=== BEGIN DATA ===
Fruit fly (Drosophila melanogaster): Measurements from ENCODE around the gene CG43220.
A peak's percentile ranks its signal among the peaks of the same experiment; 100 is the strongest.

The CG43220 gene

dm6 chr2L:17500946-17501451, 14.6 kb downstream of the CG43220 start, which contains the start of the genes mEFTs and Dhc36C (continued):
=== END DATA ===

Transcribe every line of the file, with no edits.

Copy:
Fruit fly (Drosophila melanogaster): Measurements from ENCODE around the gene CG43220.
A peak's percentile ranks its signal among the peaks of the same experiment; 100 is the strongest.

The CG43220 gene

dm6 chr2L:17500946-17501451, 14.6 kb downstream of the CG43220 start, which contains the start of the genes mEFTs and Dhc36C (continued):